Donald Trump has raised the question of the “presidential look” of Hillary Clinton. What he means by this is unadulterated sexist bullshit. Hillary is not a male; therefore, she is not “presidential.” Of course, even Mr. Trump knows the counterproductive limits of that crude dismissal, so of course he turns his attention to a claim that Hillary Clinton lacks stamina.

Her response in the first debate was defined within her personal capacity to serve as a public official with a very demanding schedule. Since she is the candidate under scrutiny, one could understand her inclination to keep the parameters individual; but in stopping there, and in only talking about her personal stamina, she missed an opportunity to diffuse the critique that Hillary Clinton’s campaign to be President is “all about me,” as if it were a referendum on her self-worth and how much she has endured in order to be a famous feminist.

If she is faced with the question of stamina again, she would be well advised to turn the discussion to the stamina of American working people, for it is we who deserve praise for our resilience. Privileged people such as Donald Trump, who had wealth handed to them as start-up entrepreneurs, have no idea of how much stamina is needed to endure a tax system in which real estate manipulation provides people such as Trump a domestic tax haven that is nothing short of scandalous. Trump is clueless as to what is entailed in trying to survive on unemployment benefits, or the psychological toll exacted on marriages in which one of the spouses becomes long-term unemployed?

If Trump is popular amongst some portions of the American electorate, it is in no part due to the exhaustion of American workers. Even those with immense stamina are not indefatigable, and I fear that the numbness of economic exhaustion has brought about a “thousand yard stare” – the look that soldiers get when they cannot take another step or even hear another order. Too many workers have been asked to do too much for too little reward for too long. The result is that any fast-talking con artist who comes along with jingoist promises has a good chance of securing their vote.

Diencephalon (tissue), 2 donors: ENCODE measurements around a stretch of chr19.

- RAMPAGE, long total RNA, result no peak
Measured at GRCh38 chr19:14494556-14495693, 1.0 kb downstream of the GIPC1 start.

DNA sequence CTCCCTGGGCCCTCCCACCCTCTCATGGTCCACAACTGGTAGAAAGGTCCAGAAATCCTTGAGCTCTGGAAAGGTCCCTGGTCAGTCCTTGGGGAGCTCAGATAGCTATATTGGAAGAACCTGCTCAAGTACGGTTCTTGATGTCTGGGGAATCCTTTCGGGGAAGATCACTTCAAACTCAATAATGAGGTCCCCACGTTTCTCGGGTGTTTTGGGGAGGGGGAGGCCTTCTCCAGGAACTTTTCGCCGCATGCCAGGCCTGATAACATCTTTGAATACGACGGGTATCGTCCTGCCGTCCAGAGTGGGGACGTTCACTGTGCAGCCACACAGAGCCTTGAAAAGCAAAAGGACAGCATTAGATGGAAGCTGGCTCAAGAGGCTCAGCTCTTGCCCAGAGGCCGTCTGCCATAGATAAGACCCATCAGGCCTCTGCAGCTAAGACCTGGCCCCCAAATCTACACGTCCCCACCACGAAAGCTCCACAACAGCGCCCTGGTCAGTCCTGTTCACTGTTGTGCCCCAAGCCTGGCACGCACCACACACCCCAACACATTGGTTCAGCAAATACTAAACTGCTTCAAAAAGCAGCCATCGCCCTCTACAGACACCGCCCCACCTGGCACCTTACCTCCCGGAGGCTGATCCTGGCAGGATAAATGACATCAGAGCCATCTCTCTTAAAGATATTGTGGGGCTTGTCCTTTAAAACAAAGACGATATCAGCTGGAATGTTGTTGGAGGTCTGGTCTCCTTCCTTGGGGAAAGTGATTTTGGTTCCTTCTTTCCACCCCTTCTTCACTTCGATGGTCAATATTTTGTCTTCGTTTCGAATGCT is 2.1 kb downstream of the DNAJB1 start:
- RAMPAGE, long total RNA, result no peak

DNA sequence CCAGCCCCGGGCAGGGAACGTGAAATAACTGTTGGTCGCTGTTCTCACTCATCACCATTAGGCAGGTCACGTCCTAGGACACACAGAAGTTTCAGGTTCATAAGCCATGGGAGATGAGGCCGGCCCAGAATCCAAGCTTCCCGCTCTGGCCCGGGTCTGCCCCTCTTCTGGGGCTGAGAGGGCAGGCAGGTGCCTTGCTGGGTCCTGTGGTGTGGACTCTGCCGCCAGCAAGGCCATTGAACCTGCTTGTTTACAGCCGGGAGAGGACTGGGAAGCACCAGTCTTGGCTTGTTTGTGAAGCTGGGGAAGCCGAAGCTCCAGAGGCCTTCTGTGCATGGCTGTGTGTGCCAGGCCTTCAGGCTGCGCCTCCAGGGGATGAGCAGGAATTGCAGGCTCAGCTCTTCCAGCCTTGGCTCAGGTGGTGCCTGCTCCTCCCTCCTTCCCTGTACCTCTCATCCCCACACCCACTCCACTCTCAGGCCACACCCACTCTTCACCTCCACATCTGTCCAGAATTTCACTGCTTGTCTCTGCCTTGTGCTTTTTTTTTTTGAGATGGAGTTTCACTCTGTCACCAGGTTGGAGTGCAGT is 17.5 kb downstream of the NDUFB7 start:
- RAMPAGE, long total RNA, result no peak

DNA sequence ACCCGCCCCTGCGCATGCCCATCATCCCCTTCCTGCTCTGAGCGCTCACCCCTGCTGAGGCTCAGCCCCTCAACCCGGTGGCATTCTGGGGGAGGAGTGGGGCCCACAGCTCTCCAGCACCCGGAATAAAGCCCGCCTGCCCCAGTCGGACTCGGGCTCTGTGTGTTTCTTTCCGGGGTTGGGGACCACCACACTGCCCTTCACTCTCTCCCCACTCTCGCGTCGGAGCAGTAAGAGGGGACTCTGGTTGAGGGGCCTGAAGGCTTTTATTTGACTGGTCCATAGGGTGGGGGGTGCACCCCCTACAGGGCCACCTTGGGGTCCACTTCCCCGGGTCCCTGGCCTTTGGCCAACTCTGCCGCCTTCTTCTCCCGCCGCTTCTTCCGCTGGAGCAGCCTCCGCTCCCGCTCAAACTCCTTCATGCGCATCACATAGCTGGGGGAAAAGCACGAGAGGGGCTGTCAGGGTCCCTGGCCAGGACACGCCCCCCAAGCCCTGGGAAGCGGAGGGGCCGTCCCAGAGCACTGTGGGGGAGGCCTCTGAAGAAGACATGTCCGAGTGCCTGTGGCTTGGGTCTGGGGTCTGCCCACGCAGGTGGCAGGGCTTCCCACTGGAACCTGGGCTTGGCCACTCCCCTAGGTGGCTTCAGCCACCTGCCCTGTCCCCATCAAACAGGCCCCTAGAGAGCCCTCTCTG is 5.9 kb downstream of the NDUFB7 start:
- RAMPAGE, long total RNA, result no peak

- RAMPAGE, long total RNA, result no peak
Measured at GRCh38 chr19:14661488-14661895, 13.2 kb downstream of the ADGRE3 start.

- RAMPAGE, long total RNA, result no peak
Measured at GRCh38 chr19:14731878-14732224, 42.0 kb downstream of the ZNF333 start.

Clinton needs to address the needs of these workers with more than promises of job training. What are her plans, for instance, for the millions of truck drivers who will be unemployed after self-driving trucks merge onto the freeways of commerce? And what about the thousands upon thousands of people (especially in the Baby Boomer generation) who have never found any employment in the aftermath of the Great Recession?

It is not Hillary Clinton’s stamina that needs to be discussed, but the extraordinary capacity of American workers to do more than should be expected of them and to wake up the next morning and do it again. A temperament of self-discipline and willingness to consider the needs of others is at the heart of one’s capacity to endure and renew a community’s sense of shared prosperity. Without that sense of social stamina, the non-stop onslaught of social presentations by politicians is just a circus side-show. It is our stamina as working people that deserves to be touted, and then made the center of attention in every policy decision.